“Serious Mental Illness (SMI)” (Marquez et al. 2011) is an umbrella term covering multiple diagnoses (i. e. schizophrenia, but also bipolar and psychosis) that prompt, within the family, organizational efforts aimed at treatment and support which end up inevitably involving the whole family group (Kate et al., 2013; Nair et al., 2010). Many studies highlight the influence of the peculiarities of the social contexts in which they live. We present here a descriptive investigation about the needs of the caregivers of patients with severe mental illness (SMI) living in a working-class neighborhood of a Southern Italian city. Twelve caregivers were interviewed about their own emotional involvement and relationship with the patient by means of a semi-structured interview. Interviews were subjected to an categorial thematic analysis. The results reveal painful experiences of anguish and feelings of inadequacy stemming from care-giving, which gravely impact the caregivers' personal well-being and family relations. SMI is described as a worrisome and invasive cultural construct, because of its unfathomable. These emotional factors are further deteriorated by the cultural representation of mental disorders in a disadvantaged district, which magnifies experiences of loneliness, stigma and shame. We highlight the importance that services could be enhanced by shared specific care practices, in a multidisciplinary team, for caregivers and their relative living in disadvantaged communities. It is paramount to promote processes of elaboration and comprehension of SMI and reshape the dynamics of mutual control present in the caregiverrelative relationship, and also to support their feelings of loneliness related to high levels of social stigma typical of suburbs, in both the therapeutic setting and the integration with the local community.

Family burden between social stigma and loneliness. An exploratory investigation with Principal Caregivers (PCs) of patients with Serious Mental Illness (SMI) living in a disadvantage district in Italy

DICE', FRANCESCA;
2015

Abstract

“Serious Mental Illness (SMI)” (Marquez et al. 2011) is an umbrella term covering multiple diagnoses (i. e. schizophrenia, but also bipolar and psychosis) that prompt, within the family, organizational efforts aimed at treatment and support which end up inevitably involving the whole family group (Kate et al., 2013; Nair et al., 2010). Many studies highlight the influence of the peculiarities of the social contexts in which they live. We present here a descriptive investigation about the needs of the caregivers of patients with severe mental illness (SMI) living in a working-class neighborhood of a Southern Italian city. Twelve caregivers were interviewed about their own emotional involvement and relationship with the patient by means of a semi-structured interview. Interviews were subjected to an categorial thematic analysis. The results reveal painful experiences of anguish and feelings of inadequacy stemming from care-giving, which gravely impact the caregivers' personal well-being and family relations. SMI is described as a worrisome and invasive cultural construct, because of its unfathomable. These emotional factors are further deteriorated by the cultural representation of mental disorders in a disadvantaged district, which magnifies experiences of loneliness, stigma and shame. We highlight the importance that services could be enhanced by shared specific care practices, in a multidisciplinary team, for caregivers and their relative living in disadvantaged communities. It is paramount to promote processes of elaboration and comprehension of SMI and reshape the dynamics of mutual control present in the caregiverrelative relationship, and also to support their feelings of loneliness related to high levels of social stigma typical of suburbs, in both the therapeutic setting and the integration with the local community.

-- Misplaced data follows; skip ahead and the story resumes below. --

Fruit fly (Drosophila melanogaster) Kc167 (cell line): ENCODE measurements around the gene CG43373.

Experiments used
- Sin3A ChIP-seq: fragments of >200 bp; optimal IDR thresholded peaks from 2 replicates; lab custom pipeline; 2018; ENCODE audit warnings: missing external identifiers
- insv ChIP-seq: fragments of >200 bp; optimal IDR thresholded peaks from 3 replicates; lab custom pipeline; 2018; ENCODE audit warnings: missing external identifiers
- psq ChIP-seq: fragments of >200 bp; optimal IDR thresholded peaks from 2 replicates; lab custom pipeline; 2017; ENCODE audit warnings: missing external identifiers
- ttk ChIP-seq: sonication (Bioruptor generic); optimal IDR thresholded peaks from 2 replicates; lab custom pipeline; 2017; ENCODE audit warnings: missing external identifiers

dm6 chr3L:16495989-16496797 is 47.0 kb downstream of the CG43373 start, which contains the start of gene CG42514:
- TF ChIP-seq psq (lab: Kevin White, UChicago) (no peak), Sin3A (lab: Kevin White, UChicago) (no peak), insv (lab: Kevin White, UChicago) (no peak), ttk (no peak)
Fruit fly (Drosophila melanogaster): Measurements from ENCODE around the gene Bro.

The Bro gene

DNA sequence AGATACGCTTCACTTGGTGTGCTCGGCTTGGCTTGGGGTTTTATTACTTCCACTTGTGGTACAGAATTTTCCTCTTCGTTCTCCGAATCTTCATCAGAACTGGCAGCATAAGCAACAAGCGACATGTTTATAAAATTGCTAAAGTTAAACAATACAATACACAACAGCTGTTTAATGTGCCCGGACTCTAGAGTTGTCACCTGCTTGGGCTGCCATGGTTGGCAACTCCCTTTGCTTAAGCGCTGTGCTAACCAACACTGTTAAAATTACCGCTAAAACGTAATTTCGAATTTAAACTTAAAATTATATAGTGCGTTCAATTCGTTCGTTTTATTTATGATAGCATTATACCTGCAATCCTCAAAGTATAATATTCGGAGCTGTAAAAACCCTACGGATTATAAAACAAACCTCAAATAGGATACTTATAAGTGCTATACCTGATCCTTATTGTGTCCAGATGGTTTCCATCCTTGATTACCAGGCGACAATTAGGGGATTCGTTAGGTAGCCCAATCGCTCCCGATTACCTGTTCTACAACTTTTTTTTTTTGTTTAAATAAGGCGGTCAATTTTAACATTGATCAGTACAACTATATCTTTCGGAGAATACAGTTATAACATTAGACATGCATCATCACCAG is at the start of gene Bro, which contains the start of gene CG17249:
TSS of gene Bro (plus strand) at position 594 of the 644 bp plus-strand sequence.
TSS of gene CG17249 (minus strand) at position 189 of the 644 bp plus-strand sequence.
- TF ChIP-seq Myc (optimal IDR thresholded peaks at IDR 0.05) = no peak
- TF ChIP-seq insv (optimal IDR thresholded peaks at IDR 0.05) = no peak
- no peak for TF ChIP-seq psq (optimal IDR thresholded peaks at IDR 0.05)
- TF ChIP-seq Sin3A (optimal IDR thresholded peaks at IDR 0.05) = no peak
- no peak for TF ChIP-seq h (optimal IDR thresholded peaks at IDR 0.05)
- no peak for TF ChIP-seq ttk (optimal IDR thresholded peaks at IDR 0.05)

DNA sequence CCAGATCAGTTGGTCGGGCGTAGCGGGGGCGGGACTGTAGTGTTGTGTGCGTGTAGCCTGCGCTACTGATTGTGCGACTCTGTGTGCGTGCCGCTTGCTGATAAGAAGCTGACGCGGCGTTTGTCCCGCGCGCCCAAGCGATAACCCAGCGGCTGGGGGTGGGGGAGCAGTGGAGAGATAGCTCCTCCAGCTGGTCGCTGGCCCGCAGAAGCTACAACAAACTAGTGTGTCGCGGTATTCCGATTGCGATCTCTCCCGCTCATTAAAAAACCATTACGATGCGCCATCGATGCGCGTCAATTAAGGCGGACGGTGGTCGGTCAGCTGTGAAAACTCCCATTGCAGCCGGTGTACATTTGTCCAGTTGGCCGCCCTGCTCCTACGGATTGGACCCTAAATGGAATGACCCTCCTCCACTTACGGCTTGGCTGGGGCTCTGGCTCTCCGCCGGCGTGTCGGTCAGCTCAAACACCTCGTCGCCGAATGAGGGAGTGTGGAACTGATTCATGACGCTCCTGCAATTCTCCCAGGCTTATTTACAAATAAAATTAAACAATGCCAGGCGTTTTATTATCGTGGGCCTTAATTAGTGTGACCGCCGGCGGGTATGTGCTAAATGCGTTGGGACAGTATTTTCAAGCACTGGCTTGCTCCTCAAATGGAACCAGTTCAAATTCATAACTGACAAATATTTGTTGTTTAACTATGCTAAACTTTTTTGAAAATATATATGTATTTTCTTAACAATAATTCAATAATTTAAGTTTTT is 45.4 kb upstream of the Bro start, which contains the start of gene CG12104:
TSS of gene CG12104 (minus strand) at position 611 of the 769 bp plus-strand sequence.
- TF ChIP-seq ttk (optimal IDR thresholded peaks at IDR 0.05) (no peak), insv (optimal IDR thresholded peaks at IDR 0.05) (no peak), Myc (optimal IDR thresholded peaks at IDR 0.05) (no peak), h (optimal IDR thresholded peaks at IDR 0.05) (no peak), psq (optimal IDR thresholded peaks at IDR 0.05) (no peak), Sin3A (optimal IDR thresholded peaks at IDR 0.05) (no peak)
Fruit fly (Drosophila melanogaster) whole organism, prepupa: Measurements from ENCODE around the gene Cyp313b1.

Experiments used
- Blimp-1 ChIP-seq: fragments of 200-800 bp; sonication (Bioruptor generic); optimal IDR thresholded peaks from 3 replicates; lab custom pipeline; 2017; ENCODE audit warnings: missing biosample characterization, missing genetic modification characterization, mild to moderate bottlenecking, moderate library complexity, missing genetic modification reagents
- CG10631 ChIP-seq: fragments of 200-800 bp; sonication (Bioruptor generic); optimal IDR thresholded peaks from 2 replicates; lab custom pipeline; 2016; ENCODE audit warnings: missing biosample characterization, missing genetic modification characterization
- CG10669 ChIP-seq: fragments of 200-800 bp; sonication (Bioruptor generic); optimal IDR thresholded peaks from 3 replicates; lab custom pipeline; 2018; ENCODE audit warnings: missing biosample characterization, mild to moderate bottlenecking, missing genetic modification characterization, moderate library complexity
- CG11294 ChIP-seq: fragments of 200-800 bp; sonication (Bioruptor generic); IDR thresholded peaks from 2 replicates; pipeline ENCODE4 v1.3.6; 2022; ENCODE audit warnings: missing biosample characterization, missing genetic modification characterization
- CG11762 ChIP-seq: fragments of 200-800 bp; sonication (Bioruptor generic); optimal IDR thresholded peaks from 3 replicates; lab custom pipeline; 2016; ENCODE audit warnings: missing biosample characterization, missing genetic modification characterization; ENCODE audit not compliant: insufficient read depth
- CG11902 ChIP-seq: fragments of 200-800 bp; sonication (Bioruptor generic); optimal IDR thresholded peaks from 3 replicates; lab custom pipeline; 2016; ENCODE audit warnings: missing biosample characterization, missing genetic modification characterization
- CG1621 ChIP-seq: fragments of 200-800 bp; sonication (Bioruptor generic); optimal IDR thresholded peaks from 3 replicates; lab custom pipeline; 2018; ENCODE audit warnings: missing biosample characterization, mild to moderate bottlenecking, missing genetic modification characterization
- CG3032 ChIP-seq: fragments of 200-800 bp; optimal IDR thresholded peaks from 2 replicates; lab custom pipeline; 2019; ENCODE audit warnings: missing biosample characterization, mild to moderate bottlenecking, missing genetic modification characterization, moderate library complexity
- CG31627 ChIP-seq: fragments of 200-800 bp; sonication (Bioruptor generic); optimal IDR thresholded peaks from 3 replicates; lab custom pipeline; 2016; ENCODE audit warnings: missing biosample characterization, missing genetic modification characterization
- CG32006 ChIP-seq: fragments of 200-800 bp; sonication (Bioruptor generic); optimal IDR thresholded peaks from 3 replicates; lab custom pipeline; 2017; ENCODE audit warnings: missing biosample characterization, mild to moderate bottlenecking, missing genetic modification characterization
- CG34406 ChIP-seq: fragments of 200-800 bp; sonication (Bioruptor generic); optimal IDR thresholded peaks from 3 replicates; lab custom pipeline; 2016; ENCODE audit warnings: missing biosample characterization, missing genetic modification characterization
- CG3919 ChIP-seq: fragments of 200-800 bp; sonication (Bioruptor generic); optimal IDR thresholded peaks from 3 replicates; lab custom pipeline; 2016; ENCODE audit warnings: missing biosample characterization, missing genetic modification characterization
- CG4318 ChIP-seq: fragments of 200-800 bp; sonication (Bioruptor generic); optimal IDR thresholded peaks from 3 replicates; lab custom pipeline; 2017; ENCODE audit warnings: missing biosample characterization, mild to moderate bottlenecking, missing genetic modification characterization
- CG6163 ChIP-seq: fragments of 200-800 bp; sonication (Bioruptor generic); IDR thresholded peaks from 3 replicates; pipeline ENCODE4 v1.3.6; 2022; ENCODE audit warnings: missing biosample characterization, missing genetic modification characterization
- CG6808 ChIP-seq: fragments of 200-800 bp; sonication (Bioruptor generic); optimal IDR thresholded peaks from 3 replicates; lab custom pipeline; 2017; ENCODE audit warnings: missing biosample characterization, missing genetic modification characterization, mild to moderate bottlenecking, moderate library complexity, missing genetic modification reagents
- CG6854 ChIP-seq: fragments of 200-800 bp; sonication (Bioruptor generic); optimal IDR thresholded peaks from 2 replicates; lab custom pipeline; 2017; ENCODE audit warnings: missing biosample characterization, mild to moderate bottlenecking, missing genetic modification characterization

File in questo prodotto:
Non ci sono file associati a questo prodotto.

I documenti in IRIS sono protetti da copyright e tutti i diritti sono riservati, salvo diversa indicazione.

Utilizza questo identificativo per citare o creare un link a questo documento: http://hdl.handle.net/11588/658352
Citazioni
  • ???jsp.display-item.citation.pmc??? ND
  • Scopus ND
  • ???jsp.display-item.citation.isi??? 0
social impact